Endurance runner Dr Andrew Murray can fill a 20 minute coffee break with a story the likes of which you are unlikely to hear almost anywhere else.
The 35-year-old has been to parts of the world few will ever reach and witnessed some amazing sites.
During his most recent adventure he passed the Edward Bohlen shipwreck, partly submerged in sand and suck miles in land, during his arduous but ultimately success trek across the Namib Desert.
Back in the more comfortable surroundings of his Edinburgh home the former Borders GP thinks back to January 2011 when he first hit the h eadlines after running from John O’Groats to the Sahara Desert.
“I have fond memories of the Borders leg of the challenge. Coming through the region was definitely one of the best moments,” he recalled.
“Running with 50 other people to Borders General Hospital on the fun run and visiting places I had worked in was great.”
Since then Andrew has become one of Scotland’s most successfully endurance runners. All this would not be possible without the grassroots support of his devoted wife Jennie, family and friends. Running partner former Royal Marine Commando Donnie Campbell, Dave Scott, the legendary Scottish Exhibition organiser and his Sandbaggers team, have also been vital sources of support.
It is no surprise to learn that as we settle into a new year Andrew is once again off on his travels. Today he joins a small group of hardy runners taking part in the inaugural Genghis Khan Ice Marathon. The runners, around 12 in total, will battle -40C temperatures as they run the 26.2 miles along a stretch of the frozen Tuul gol river in Mongolia.
“I’ve had the opportunity over the years to visit some spectacular places with my running and this is probably the one that I am most looking forward to, not just in terms of the drama of the scenery but also the hostility of the environment but I have some four legged friends to help me,” he said.
“There is no escaping the dangerous nature of this challenge. Runners won’t be simply fighting the intense cold. This particular stretch of the baron Mongolian landscape is heavily populated by wolves, so the route will be patrolled by teams of huskies to ensure safety, and that supplies get through.”
The conclusion of the marathon does not signal the end of this man’s Mongolian adventure. After 26.2 miles running along a frozen river Andrew will then embark on one of his most physically demanding challenges to date, running 100-miles in 24-hour from the region of Genghis Khan’s birth, through the Terelj national park, to the modern day capital of Ulan Bator.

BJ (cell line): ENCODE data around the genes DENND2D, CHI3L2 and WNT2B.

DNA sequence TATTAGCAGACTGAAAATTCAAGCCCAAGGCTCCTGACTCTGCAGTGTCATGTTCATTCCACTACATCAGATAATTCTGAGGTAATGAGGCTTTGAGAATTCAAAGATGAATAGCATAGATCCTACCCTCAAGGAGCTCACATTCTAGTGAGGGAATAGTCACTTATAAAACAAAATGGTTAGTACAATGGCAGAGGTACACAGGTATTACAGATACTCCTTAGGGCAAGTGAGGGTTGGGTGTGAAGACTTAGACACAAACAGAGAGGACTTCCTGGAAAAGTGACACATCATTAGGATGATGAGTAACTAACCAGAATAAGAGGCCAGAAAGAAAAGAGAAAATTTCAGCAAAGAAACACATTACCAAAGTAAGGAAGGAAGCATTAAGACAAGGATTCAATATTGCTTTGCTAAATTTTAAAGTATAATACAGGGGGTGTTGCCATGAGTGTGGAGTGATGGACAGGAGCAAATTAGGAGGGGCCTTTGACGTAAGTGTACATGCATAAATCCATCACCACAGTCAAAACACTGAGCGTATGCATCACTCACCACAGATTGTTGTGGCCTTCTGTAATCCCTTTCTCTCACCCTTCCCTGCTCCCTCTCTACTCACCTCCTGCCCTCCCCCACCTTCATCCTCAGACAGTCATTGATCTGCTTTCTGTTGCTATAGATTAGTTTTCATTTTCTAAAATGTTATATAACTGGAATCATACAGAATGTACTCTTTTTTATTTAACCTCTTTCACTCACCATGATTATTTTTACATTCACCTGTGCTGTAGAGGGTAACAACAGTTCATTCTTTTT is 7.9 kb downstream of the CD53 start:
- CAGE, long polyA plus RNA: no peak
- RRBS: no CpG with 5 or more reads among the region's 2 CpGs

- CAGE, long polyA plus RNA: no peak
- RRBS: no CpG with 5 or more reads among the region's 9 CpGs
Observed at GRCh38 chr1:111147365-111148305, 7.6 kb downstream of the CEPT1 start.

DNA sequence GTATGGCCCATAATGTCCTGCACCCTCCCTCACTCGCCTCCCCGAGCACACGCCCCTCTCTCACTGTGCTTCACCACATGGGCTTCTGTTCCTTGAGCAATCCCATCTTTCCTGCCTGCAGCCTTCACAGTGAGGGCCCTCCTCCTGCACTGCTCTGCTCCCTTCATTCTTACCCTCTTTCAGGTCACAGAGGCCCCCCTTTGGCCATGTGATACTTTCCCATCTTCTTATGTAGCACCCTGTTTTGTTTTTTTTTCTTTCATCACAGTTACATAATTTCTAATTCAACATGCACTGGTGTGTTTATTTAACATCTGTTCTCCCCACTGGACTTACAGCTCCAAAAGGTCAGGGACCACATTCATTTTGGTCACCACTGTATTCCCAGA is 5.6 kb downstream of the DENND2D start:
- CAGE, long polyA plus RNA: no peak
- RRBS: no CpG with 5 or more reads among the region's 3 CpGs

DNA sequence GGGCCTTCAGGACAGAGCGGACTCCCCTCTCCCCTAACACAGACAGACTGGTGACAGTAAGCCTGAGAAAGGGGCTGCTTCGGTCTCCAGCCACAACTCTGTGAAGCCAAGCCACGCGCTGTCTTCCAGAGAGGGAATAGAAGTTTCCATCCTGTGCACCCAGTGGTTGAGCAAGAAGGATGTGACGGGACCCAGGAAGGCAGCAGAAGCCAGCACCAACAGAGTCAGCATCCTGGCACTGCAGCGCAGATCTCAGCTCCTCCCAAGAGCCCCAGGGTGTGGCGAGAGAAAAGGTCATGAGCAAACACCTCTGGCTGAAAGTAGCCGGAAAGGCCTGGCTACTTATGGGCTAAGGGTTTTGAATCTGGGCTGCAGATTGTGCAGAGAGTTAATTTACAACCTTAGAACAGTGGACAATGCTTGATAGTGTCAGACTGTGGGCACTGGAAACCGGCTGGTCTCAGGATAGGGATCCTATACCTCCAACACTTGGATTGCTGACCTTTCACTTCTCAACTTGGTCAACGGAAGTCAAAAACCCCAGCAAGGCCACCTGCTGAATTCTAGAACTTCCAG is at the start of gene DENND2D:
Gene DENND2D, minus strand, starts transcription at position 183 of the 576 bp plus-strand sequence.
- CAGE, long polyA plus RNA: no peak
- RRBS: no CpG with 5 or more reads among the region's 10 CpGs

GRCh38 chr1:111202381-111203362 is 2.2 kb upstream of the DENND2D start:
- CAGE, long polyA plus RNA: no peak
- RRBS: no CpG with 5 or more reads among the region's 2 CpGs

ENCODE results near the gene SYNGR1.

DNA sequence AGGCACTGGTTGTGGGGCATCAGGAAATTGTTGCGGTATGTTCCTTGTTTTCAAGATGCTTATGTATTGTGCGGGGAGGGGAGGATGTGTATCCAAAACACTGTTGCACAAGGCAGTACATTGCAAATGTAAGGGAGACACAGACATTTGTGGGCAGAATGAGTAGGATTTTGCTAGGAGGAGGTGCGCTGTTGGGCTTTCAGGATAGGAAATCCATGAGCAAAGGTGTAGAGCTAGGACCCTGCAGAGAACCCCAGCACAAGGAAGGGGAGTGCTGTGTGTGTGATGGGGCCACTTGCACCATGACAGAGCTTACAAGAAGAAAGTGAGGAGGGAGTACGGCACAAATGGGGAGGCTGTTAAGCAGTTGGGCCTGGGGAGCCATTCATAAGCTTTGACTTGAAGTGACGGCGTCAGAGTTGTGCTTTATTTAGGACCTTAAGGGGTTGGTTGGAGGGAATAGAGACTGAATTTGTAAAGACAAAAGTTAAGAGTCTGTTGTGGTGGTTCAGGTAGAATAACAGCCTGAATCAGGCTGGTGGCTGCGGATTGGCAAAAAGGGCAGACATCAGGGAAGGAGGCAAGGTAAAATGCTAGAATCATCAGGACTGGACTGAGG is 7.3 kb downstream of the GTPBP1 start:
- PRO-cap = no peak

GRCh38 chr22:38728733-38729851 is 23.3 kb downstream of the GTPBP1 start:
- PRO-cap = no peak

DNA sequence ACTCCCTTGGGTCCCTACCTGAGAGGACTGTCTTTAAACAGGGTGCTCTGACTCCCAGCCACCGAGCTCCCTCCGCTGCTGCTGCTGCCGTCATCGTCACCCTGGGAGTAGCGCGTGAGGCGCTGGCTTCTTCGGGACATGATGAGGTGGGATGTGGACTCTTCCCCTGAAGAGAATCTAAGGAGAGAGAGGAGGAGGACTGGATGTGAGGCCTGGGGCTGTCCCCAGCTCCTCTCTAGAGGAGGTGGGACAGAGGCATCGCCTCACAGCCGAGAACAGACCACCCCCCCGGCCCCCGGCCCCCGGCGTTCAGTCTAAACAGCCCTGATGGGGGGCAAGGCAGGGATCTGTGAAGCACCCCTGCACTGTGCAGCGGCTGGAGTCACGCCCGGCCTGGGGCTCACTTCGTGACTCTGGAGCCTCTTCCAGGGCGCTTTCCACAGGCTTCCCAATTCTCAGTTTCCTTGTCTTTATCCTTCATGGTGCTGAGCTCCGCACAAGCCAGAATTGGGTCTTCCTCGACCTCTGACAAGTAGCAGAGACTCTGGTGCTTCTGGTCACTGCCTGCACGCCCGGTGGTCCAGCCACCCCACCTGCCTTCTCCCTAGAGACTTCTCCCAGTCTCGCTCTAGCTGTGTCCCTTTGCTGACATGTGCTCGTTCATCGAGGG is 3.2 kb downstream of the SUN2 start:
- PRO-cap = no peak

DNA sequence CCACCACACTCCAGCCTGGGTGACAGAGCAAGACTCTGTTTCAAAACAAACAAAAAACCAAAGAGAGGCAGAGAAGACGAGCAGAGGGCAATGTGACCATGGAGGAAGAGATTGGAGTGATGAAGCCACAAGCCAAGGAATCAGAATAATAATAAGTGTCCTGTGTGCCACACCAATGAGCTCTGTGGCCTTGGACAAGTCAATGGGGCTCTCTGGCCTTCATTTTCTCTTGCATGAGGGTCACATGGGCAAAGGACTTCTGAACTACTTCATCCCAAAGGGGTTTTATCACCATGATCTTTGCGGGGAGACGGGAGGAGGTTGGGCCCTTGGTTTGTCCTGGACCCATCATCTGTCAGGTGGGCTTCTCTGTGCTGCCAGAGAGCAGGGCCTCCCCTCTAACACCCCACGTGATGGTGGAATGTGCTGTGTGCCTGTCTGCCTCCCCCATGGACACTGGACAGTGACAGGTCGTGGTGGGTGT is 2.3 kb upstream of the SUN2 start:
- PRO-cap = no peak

Even an undertaking on this scale in such extreme conditions doesn’t appear to faze him. However there is more to this trip than the physical demands placed on Andrew and his fellow runners.
“It’s a unique and very diverse culture,” he expanded.
“You learn a lot about yourself but you learn a lot more about other folks. We will be looking to take over there the Scots hospitality and Robert Burns optimises that so we are really looking forward to meeting some senior Mongolian officials including their ex-president and many Olympians at the Ulan Batar Burns Supper which will be a really exciting occasion that we can share.”
If all that wasn’t enough the event organisers have decided to take a sport synonymous with Scotland to another level. St Andrews is famous for its Old Course. While in Mongolia Andrew plans to take on the Cold Course creating for a day the Wild Golf World Series.
Mongolia has many things. However golf courses are few and far between but there is one in the Terelj National Park. A spectacular course in summer it will be a altogether different proposition in winter but nevertheless Andrew, who is currently studying a PHD in golf, is looking forward to playing a few holes on Mongolia’s only upland course before playing some wild golf on the frozen river cutting holes through a surface similar to a curling rink, hit some balls through them and catching some fish!
He’ll even take time in his role as a medical practitioner Andrew to meet with the Mongolian health minister to share ideas and discuss the progression of projects set up during previous visits.
“I don’t quite know what will happen but I can tell you it will be interesting. Having people from Scotland and other parts of the world coming together in Mongolia in winter tells me it will be one that won’t be forgotten,” he concluded.